I was out of town and standing in a long line, sandwiched between two mothers with their children we all started a conversation. Talk was typical enough, but quickly changed when one of the mothers bent down to check her little one. It was subtle, but she felt her child’s belly in a spot I knew so well. When she spoke again she told me something I had already guessed: her daughter had a “button” and it has been leaking lately.
I knew exactly what she meant and simply replied that my daughter had a feeding tube for almost two years (a “button” is a type of feeding tube). I told her about our two-week stay at the Seattle Feeding Clinic, we griped about our medical teams’ focus on weight and laughed about how our tube-fed kids were never denied any kind of food they wanted to eat (especially fattening ones).
Reflecting back on that incident I was at first surprised at the odds that I would meet another tube-fed child so randomly when on vacation. But what perhaps shocked me more was the confused look on the third mother’s face. Was it horror? Pity? Or was it simply lack of awareness?
February 5-11th is the second annual Tube Feeding Awareness Week. The goal of this week is to raise positive awareness of tube feeding as a life saving, medical intervention in hundreds of thousands of tube-fed children and adults. And while I only have experience with feeding a child this way for two years, I can say that those years were some of the hardest I have ever faced. The daily vomiting, the constant doctor appointment, the threat of staph infections, the fear of aspirating, the accidental pulling the tube out, the extra equipment, the huge amount of time it took to prepare her food and feed her, the isolation, and the overall stress it put on our lives was tremendous. I dreamed of a day when we could finally wean her and am still unbelievably overjoyed that she is now fully eating. But… I digress into the negative…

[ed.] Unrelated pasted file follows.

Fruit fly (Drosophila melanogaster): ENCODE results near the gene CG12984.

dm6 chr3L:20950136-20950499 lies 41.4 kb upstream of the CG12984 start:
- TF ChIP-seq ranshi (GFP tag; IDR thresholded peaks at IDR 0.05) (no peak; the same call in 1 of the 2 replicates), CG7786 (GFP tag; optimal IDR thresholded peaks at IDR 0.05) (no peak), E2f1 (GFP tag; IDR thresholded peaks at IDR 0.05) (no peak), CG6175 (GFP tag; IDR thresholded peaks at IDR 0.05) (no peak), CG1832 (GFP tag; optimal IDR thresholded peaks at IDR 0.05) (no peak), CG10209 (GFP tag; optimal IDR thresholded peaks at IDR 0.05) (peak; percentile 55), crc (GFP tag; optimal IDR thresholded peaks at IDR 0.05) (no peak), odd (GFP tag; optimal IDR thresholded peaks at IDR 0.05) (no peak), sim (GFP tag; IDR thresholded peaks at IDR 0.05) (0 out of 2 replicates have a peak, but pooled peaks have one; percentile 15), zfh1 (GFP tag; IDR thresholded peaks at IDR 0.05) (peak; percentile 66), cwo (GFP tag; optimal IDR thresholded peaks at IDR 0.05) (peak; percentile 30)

There is one, undeniable, incredibility positive, aspect of Gia having a feeding tube: it allowed me to feed her when she could not feed herself. I was able to give her my expressed breast milk when she could not nurse and blend solid, healthy, food for her when she was not capable of eating. She needed time to develop her feeding skills and I am very thankful for the medical intervention. Without the tube, well, she certainly would not be the happy toddler she is today.
It’s been a year since Gia and I attended the Seattle Feeding Clinic intensive wean program and I am still quite emotional when I read my first Mamalode.com essay about it. I continue to have a love/have relationship with the feeding tube. I also realize how lucky we actually are; there are many kids and adults who will never be medically cleared to orally eat and being fed through a tube is just a part of regular life. As much as I might complain about the tube feeding, I know if Gia did not become an eater that would be OK too. Our family would adjust. The truth is, if tube-feeding was the worst medical issue she has in her life, I’d be pretty darn happy because it really isn’t such a big deal; just a quicker way to the stomach!
If you could do one thing, during Tube Feeding Awareness Week take the time to reflect on those kids and adults who need to eat via a feeding tube, explain it to your kids too. Realize that those are individuals who simply ‘eat’ a bit differently and don’t deserve to be stared at, mocked or shunned. If you’ve been meaning to do something extra for families with a tube-fed kiddo, now would be a great time. Help, a sympathetic ear, or a real hug is always appreciated. Living in an eating world when you or your child can’t is very difficult, understanding and sympathy can make all the difference.
And the next time I find myself in the middle of a conversation about feeding tubes I will do my part and tell our story because I believe compassion begins with awareness.
To find out more please visit: http://www.feedingtubeawareness.com/